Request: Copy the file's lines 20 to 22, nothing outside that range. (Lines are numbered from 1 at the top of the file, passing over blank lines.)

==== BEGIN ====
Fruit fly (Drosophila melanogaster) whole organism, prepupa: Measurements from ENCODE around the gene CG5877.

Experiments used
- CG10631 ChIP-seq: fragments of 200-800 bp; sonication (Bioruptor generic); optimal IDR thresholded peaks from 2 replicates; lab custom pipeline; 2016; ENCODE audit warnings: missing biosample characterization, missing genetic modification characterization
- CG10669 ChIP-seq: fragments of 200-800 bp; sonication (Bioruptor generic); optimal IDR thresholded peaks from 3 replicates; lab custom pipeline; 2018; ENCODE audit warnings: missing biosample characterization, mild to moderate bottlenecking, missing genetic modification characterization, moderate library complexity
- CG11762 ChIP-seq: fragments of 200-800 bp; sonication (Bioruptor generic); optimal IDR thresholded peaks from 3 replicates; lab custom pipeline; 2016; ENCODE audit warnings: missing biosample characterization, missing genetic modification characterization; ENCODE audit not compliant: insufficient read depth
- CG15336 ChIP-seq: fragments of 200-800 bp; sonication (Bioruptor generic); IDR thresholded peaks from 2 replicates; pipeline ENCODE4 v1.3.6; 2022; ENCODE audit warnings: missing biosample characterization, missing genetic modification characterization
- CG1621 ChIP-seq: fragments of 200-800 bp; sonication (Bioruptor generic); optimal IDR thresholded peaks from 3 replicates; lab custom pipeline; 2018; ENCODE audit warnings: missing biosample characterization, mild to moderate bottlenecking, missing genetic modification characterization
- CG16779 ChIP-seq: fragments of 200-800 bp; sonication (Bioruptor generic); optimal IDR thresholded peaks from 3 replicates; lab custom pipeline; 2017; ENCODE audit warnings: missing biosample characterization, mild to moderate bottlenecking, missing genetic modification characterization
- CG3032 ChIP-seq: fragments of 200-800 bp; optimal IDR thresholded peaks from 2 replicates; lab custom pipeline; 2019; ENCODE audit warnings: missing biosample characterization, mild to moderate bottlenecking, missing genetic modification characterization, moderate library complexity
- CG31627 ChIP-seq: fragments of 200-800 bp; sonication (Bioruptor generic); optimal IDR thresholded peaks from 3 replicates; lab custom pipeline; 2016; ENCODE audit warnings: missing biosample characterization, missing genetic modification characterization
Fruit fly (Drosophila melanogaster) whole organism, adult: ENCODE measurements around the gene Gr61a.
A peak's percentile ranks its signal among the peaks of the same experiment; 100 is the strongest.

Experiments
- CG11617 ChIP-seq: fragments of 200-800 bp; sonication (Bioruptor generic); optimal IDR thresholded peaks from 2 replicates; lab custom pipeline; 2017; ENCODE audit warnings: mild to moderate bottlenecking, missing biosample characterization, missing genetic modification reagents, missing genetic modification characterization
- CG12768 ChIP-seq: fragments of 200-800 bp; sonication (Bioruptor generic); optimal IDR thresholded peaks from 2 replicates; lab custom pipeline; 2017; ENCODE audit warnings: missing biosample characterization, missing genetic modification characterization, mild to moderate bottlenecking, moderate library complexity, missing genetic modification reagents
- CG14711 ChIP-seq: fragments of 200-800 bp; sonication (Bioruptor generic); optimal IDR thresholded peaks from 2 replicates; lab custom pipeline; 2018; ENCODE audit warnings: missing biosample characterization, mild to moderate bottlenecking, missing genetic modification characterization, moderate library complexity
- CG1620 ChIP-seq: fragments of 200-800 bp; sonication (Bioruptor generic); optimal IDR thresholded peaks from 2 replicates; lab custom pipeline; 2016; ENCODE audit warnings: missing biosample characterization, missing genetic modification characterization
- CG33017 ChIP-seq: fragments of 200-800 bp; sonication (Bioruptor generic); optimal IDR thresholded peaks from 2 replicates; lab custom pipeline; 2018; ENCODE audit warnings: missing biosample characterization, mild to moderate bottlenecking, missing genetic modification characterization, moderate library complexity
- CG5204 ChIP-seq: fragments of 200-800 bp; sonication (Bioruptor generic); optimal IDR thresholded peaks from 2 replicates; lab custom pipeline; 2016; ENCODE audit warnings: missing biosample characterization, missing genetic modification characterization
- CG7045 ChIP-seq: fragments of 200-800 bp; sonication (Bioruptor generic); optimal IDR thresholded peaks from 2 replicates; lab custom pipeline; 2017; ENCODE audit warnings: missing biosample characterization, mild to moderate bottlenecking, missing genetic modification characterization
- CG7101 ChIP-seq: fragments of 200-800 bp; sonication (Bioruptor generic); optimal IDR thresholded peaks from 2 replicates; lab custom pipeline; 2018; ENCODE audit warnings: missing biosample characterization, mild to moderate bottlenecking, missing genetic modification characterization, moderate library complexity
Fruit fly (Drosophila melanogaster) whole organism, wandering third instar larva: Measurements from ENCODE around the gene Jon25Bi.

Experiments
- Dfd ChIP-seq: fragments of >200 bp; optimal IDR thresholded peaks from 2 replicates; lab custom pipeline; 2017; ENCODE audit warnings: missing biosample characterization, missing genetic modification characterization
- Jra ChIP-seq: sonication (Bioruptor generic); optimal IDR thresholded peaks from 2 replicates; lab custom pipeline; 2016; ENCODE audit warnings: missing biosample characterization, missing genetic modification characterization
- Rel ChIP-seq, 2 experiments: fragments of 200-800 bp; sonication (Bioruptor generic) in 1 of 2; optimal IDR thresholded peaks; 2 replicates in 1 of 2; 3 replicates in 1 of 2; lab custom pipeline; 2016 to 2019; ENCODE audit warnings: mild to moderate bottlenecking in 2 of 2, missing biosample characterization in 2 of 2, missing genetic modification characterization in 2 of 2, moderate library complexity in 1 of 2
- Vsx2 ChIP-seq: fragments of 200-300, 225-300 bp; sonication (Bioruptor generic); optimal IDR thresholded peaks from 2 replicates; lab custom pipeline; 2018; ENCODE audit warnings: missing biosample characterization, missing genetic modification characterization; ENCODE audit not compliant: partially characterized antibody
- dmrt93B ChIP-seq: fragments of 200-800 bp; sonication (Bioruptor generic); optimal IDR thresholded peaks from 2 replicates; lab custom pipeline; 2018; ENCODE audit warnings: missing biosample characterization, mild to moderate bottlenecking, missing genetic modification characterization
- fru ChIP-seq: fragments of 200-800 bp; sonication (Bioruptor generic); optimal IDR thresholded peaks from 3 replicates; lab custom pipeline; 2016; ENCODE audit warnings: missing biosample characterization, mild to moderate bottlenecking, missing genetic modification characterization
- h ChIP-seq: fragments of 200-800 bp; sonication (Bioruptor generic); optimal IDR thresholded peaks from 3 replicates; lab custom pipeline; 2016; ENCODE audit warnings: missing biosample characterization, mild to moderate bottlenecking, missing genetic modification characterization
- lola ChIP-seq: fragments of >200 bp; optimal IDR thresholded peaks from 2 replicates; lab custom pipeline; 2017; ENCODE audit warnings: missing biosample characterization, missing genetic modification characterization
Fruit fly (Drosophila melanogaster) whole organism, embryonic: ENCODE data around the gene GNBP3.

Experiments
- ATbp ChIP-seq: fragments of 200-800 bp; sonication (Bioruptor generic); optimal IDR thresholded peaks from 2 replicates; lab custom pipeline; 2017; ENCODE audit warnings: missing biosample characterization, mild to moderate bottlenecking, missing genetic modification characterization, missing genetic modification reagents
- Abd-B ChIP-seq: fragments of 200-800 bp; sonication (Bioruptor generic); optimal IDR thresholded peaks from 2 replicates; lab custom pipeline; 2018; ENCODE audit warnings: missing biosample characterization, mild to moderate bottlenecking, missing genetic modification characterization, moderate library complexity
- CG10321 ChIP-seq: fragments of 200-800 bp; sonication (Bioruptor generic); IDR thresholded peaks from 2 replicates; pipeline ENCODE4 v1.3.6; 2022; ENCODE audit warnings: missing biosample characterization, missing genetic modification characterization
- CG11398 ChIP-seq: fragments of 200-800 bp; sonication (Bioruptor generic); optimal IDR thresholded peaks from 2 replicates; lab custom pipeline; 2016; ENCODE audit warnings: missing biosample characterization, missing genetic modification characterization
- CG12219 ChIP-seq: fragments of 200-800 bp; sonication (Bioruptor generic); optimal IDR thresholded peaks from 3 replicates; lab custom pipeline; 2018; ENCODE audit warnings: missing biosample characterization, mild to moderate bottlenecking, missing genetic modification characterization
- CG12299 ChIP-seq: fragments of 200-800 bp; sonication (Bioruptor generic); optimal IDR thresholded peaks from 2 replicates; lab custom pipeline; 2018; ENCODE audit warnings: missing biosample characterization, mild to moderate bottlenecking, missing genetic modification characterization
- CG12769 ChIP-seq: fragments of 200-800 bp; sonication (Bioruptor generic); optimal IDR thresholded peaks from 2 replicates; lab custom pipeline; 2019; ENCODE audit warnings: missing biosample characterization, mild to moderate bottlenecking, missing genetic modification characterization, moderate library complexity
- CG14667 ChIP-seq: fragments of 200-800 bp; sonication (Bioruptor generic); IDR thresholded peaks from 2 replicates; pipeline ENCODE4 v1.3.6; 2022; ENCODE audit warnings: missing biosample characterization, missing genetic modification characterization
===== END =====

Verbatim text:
- CG7045 ChIP-seq: fragments of 200-800 bp; sonication (Bioruptor generic); optimal IDR thresholded peaks from 2 replicates; lab custom pipeline; 2017; ENCODE audit warnings: missing biosample characterization, mild to moderate bottlenecking, missing genetic modification characterization
- CG7101 ChIP-seq: fragments of 200-800 bp; sonication (Bioruptor generic); optimal IDR thresholded peaks from 2 replicates; lab custom pipeline; 2018; ENCODE audit warnings: missing biosample characterization, mild to moderate bottlenecking, missing genetic modification characterization, moderate library complexity
Fruit fly (Drosophila melanogaster) whole organism, wandering third instar larva: Measurements from ENCODE around the gene Jon25Bi.